Bali Nine: Open Letters to Indonesia
One of the great things about the world today is how so much of the world is catching up with quality of living, human rights, democratisation, and equality everywhere. The progress is so strong that it is now more accurate to use the expression “developing nations” rather than the more sanctimonious “undeveloped nations” of my youth.
It is unlikely that I am wrong when I suggest that most people in developing nations aspire to the life styles, liberty and wealth of those they see in the Western World. This is not to suggest for a moment that they aspire to the same mores, or morals, or manners, far from it. Most would aspire to their existing culture and lives, but in a richer and fairer world. Most Indonesians do not want to be Americans or Australians for example. But they would love some of the other bits, the lack of corruption, the separation of religion and law and government, an equal playing field for trade, better health and education systems. Better prospects for the future.
I have lived and worked and made life long friends in some 20 countries, so I know a bit about this.
Some countries try various tricks to present a rapidly developing world image. They invest huge amounts in infrastructure for example, like China or Dubai.
They establish relationships with the developed world, presumably for some osmosis, like Myanmar or Vietnam. Or they develop international trade with the West, like South Korea or India. These work to a limited extent. Everyone knows that not far away from the international luxury hotels probably persists squalor, or behind the corporate success may be corporate graft or political cronyism.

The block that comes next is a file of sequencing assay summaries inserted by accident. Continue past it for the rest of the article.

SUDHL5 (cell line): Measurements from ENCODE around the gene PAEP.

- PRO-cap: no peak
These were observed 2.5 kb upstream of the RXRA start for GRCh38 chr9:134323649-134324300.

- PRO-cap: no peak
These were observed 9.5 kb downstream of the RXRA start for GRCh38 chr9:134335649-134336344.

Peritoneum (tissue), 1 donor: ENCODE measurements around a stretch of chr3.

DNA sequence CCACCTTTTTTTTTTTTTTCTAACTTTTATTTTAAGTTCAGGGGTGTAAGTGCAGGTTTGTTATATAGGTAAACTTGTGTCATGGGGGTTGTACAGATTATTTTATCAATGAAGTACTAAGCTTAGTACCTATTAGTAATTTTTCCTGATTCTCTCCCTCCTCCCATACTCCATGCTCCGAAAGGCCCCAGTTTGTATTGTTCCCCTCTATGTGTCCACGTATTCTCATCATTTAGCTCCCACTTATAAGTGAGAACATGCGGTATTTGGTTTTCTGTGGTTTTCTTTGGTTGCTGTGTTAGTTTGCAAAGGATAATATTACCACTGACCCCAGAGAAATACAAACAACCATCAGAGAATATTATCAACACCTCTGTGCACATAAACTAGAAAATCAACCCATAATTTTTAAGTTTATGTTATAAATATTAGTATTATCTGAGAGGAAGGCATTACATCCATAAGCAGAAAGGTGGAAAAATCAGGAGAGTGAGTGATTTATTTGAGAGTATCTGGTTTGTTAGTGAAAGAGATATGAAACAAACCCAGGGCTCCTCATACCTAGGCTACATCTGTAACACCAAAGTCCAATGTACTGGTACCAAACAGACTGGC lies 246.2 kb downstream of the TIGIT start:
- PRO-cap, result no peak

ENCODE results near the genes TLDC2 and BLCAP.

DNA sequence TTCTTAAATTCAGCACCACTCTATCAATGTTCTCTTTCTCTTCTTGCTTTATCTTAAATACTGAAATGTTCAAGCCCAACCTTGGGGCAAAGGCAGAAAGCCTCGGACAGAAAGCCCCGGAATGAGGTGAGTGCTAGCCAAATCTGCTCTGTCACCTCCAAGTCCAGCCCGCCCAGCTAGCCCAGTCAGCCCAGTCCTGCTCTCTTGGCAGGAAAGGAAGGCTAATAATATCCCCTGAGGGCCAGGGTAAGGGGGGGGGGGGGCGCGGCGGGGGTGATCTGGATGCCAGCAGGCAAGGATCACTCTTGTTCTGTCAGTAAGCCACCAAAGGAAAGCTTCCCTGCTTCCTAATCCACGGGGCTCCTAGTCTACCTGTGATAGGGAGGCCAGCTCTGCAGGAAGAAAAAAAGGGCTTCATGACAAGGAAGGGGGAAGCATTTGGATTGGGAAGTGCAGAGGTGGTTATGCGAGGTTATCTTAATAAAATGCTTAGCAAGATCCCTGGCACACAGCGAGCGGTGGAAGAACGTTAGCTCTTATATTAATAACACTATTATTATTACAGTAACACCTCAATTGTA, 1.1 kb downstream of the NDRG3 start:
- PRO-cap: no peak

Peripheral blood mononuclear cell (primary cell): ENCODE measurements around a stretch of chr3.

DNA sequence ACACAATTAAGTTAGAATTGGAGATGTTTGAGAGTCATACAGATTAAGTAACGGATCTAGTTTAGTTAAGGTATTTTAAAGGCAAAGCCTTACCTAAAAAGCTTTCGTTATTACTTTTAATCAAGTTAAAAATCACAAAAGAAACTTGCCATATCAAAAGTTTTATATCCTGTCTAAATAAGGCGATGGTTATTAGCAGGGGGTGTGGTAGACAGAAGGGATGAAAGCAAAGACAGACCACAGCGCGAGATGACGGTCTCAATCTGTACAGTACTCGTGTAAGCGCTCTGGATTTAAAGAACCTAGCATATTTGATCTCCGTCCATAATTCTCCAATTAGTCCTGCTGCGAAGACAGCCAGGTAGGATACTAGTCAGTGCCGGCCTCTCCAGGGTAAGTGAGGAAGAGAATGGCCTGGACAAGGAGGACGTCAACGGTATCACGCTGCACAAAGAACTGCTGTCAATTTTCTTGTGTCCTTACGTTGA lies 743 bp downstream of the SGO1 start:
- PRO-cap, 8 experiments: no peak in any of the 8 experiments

One thing that occurs to me as a key in how others see developing nations has nothing to do with the things I have just mentioned. It has to do with attitudes to people and lives.
Any country that has wonderful, pristine hotels, but staff who live in ghettoes, or manufactures the highest technology products using staff who may sleep on the factory floor for lack of a home, or where you can buy a boutique hamburger or latte but not a doctor’s appointment, does not fool anyone. Most westerners for example I am sure would see South Korea or Dubai as enigma’s and not much further along than Myanmar.
It is unfortunately a fact that most of those countries also still use state sponsored murder, called capital punishment or execution, as a futile punishment. No fully developed nation does this any more. It is seen as the last bastion of savagery and brutishness. A residual, medieval thinking process, that more than anything holds the development of those countries back and prevents them as being seen as equals by the developed world. Compare Japan or Brazil for counter examples and where there is no capital punishment.
Before you bring up the USA, let me clarify that. The first time I visited the USA, I accidentally took the Holland Tunnel from New Jersey and came out at Canal Street in the heart of New York’s Chinatown, and having just lived in Hong Kong, pre return to China days, the shock has stayed with me. I thought, and I still think, the USA is a not fully developed nation.